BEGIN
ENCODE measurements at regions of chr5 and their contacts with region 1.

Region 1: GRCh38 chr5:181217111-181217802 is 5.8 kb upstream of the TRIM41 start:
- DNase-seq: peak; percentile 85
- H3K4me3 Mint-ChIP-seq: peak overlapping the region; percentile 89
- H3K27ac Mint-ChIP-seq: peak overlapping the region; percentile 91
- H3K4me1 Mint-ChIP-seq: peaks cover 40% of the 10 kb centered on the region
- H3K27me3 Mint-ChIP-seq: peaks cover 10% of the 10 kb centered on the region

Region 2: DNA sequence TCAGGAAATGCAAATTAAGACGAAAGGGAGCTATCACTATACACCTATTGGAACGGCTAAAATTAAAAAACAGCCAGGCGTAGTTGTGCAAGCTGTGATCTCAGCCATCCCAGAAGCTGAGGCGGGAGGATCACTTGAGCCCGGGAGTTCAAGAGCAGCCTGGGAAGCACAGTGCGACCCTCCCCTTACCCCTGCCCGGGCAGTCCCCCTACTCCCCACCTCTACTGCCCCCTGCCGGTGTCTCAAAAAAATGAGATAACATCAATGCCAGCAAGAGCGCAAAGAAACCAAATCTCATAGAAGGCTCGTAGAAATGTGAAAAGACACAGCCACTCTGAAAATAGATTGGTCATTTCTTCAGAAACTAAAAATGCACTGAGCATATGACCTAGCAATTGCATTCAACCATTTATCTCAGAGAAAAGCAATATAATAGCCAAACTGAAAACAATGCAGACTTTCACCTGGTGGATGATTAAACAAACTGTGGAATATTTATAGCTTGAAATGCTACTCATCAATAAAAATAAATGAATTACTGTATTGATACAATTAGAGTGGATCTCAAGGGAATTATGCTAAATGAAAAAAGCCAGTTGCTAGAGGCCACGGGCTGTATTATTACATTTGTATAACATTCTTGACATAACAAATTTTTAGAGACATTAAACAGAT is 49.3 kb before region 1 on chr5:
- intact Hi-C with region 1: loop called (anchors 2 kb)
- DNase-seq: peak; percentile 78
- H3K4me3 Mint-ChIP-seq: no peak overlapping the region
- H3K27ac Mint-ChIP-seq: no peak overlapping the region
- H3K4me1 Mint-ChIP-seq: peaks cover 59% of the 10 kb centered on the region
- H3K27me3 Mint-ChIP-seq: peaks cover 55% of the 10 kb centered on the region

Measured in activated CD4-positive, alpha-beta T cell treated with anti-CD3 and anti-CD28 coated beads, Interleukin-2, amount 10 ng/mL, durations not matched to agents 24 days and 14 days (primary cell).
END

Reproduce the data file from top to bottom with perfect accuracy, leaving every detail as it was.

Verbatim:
ENCODE measurements at regions of chr5 and their contacts with region 1.

Region 1: GRCh38 chr5:181217111-181217802 is 5.8 kb upstream of the TRIM41 start:
- DNase-seq: peak; percentile 85
- H3K4me3 Mint-ChIP-seq: peak overlapping the region; percentile 89
- H3K27ac Mint-ChIP-seq: peak overlapping the region; percentile 91
- H3K4me1 Mint-ChIP-seq: peaks cover 40% of the 10 kb centered on the region
- H3K27me3 Mint-ChIP-seq: peaks cover 10% of the 10 kb centered on the region

Region 2: DNA sequence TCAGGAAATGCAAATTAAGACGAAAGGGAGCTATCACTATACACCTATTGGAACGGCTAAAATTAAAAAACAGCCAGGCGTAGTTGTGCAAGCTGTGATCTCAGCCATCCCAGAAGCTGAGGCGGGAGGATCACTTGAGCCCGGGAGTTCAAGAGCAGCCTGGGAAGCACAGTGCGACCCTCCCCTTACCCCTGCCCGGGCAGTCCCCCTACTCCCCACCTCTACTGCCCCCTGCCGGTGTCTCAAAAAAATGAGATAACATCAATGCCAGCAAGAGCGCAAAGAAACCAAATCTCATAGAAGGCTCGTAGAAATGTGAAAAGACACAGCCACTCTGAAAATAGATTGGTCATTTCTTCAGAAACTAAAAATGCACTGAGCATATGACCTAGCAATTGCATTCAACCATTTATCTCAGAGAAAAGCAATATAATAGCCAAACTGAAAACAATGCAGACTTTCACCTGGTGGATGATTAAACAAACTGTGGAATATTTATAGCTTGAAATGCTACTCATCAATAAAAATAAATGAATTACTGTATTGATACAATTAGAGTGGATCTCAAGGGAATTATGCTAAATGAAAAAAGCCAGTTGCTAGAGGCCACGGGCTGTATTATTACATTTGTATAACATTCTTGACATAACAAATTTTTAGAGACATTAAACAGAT is 49.3 kb before region 1 on chr5:
- intact Hi-C with region 1: loop called (anchors 2 kb)
- DNase-seq: peak; percentile 78
- H3K4me3 Mint-ChIP-seq: no peak overlapping the region
- H3K27ac Mint-ChIP-seq: no peak overlapping the region
- H3K4me1 Mint-ChIP-seq: peaks cover 59% of the 10 kb centered on the region
- H3K27me3 Mint-ChIP-seq: peaks cover 55% of the 10 kb centered on the region

Measured in activated CD4-positive, alpha-beta T cell treated with anti-CD3 and anti-CD28 coated beads, Interleukin-2, amount 10 ng/mL, durations not matched to agents 24 days and 14 days (primary cell).